A shot boomed from the direction of the creek and McKenzie felt in his right leg a sharp sudden pain, like no other pain he had felt before. He swore into the damp air and fell forward, down toward the wet ground. He could barely move. His mind raced at a speed that he hadn't experienced in years. He heard feet fall near him. “That aint no preacher,” said a young boy's voice from above him. Another voice spoke much closer to him, “It's old man McKenzie.”  “Aw, shit.” McKenzie struggled to turn himself over, to see the faces of those who stood above him. His coat weighed him down like a great quilt, tucking him into the dirt. He rose his head just enough to see the wooden stock of his shotgun on the far side of the oak tree, just out of arms reach. A familiar feeling began to creep within him. The nameless stirring of a tired, restless soul, not yet fit to lay eyes on the glory. He turned the mud in his hands and began to inch forward, the pain in his leg like a great weight in tow. “Where do you think your goin' old man?” said the voice furthest from him. They both laughed uneasily and McKenzie heard them step away from him. “What are we goin' do now?” said one of them.  “Hold on, just let me think a minute,” replied the other.
            As a great cloud lumbered in from the west, the branches of the oak tree began to creak above McKenzie's head. He pulled himself slowly along its roots, wishing desperately to hold in his shaking hands not the wood of the tree, but the wooden stock of the shotgun. With his muscles aching and the weight of his muddy clothes growing heavier with every movement, he felt as though he was climbing a mountain, it's summit somewhere beyond the heavens. After what seemed like an eternity he at last felt his fingernails scrape the stock of the 12 gauge for no more than a second before his temple was impacted by a steel toed boot.  “Whoa now, mister! Can't let you be grabbing at that,” a voice said in the darkness. The boy's words fell on deaf ears for the pain McKenzie felt was beyond physical. He heard nothing but saw a blinding light. His head felt like it was splitting and along with the buckshot in his leg he knew he wasn't long for this world. But it wasn't death that began to grip him in that dark formless night – it was something else, something more familiar and he almost felt comfort as he lost consciousness upon the bed of roots beneath the oak tree.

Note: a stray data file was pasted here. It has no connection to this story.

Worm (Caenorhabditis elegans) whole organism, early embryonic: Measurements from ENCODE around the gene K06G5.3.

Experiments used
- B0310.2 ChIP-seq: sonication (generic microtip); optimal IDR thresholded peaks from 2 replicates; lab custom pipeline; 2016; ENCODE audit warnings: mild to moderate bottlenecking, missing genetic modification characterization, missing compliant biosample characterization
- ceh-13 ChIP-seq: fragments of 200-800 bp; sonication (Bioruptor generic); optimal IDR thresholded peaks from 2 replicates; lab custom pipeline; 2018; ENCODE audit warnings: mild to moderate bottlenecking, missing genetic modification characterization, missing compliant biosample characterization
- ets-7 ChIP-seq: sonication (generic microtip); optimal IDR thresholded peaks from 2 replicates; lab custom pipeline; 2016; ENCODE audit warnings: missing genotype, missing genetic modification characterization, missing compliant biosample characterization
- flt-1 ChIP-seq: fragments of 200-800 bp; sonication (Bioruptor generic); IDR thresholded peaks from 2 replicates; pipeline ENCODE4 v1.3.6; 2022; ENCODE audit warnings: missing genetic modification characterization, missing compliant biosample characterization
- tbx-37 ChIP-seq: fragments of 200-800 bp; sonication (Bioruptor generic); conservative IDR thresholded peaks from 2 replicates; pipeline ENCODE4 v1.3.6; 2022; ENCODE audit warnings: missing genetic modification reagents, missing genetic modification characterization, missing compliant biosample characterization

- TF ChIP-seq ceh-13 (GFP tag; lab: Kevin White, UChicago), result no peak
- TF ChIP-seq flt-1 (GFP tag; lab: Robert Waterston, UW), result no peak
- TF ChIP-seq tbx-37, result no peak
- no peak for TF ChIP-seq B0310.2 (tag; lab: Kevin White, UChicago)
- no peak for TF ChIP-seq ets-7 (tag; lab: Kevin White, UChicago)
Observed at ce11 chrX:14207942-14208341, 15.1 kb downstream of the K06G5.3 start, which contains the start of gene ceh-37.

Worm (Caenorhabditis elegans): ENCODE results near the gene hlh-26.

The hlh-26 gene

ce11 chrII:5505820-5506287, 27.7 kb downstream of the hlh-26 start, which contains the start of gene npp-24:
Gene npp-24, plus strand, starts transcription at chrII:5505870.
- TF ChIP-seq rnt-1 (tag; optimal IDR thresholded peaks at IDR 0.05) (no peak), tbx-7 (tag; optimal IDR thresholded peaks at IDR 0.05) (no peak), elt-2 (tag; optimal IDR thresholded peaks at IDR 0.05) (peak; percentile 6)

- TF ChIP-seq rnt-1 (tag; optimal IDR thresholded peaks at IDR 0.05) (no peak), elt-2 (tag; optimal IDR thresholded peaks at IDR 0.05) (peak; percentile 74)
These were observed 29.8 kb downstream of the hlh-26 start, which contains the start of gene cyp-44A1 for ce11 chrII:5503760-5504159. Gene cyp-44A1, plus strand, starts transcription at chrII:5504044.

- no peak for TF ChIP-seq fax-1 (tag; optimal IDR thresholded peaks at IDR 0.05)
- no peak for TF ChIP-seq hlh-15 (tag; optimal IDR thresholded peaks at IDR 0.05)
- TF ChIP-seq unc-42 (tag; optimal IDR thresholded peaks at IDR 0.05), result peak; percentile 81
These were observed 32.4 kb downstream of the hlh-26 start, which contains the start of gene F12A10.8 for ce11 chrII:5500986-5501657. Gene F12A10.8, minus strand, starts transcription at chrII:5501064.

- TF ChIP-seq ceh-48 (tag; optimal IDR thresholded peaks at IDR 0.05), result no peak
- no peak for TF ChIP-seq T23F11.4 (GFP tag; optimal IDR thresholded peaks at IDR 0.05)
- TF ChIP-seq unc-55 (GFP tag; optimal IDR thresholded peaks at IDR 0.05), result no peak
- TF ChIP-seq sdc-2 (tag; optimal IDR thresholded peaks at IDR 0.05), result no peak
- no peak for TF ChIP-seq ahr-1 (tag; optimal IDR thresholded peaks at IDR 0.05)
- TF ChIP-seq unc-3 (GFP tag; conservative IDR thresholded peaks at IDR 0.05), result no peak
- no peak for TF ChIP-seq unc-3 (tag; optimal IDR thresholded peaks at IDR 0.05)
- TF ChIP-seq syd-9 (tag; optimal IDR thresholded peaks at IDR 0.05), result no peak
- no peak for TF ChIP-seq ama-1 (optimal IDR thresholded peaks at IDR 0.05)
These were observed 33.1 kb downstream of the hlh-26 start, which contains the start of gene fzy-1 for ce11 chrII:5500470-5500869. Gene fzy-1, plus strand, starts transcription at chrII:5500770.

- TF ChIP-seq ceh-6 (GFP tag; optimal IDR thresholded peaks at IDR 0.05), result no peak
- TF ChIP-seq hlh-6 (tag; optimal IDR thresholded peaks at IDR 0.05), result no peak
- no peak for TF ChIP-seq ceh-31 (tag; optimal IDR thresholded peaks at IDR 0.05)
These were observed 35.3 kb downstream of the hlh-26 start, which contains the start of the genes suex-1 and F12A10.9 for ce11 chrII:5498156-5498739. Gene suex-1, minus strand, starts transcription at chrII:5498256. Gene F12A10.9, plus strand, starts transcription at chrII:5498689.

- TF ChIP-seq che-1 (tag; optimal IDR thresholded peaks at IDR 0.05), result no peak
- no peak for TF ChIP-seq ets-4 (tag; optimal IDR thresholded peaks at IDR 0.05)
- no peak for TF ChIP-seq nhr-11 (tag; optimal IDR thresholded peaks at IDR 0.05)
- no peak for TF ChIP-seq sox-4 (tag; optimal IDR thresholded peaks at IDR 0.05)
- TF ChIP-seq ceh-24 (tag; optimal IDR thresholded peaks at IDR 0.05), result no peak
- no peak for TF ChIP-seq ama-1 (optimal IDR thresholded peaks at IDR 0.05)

McKenzie had never seen the ocean before, but now he did more than see it, he felt it. A cool breeze brushed his tough, unshaven cheek as he stood barefoot upon the warm sand of some nameless beach. Before him waves rose and fell in the distance beneath a faded blue jean sky as the moon shown like a dead sun in the twilight. Here McKenzie should have known peace. Here McKenzie should have called it quits. But even though these waves were calm and the temperature mild, he had no want to be here, on what he thought surely were the sands of time. This was not the heaven he had asked for.
            He awoke in a coughing fit with his hands bound, face down on a dry, dirt floor. The rain had long ceased and the only sound he heard was a ringing that was now fading in his ears. As his vision began to focus, he saw shreds of moon light slipping in between the rotting pieces of wood that made up the walls of a small shed he found himself in. His thoughts were scattered like the splitters of an old barn that had been blown across a great field by a tornado. Through the absence of coherent thought he was met by wave of nostalgia that carried him back to his youth, when on multiple occasions he had sought refuge in his father's workshop to hide in terror from the sounds of his drunken father yelling his name into the night air: “CURTIS! CURTIS WHERE ARE YOU BOY!? I KNEW YOU WASN'T GONNA FINISH THEM CHORES! I DONE TOLD YOU WHAT WOULD HAPPEN IF YOU DIDN'T! CURTIS! IF YOU KNOW WHATS GOOD FOR YOU, YOU BETTER ANSWER ME BOY!”
            He was startled by the childlike unease that followed this vibrant memory. From where he lay he could see several rusted farming tools hanging from nails above an old wooden work bench. His eyes went from tool to tool until they came to rest on an old hand saw. “That outta do it,” he wheezed. As McKenzie attempted to roll over onto his back, he was abruptly reminded of the wound to his leg as a sharp pain ran the length of his body and brought him completely out of his half-daze. “Goddam-!” his voice cut short by another coughing fit, his body rattling.  On his second attempt he managed to roll onto his back, his face twisted with pain to the point of being unrecognizable. When he relaxed and opened his eyes he saw above him a network of broken boards and rusted tin. Through the many holes in the roof he saw rubber tires which had been laid upon the tin roof to keep it from blowing off during a spring storm, such as the one that had just passed. As his breathing slowed and the ache in his leg subsided, the light seeping in through the walls and roof had begun to retreat into the darkness like a spooked dog. McKenzie knew that this night's storms were far from over.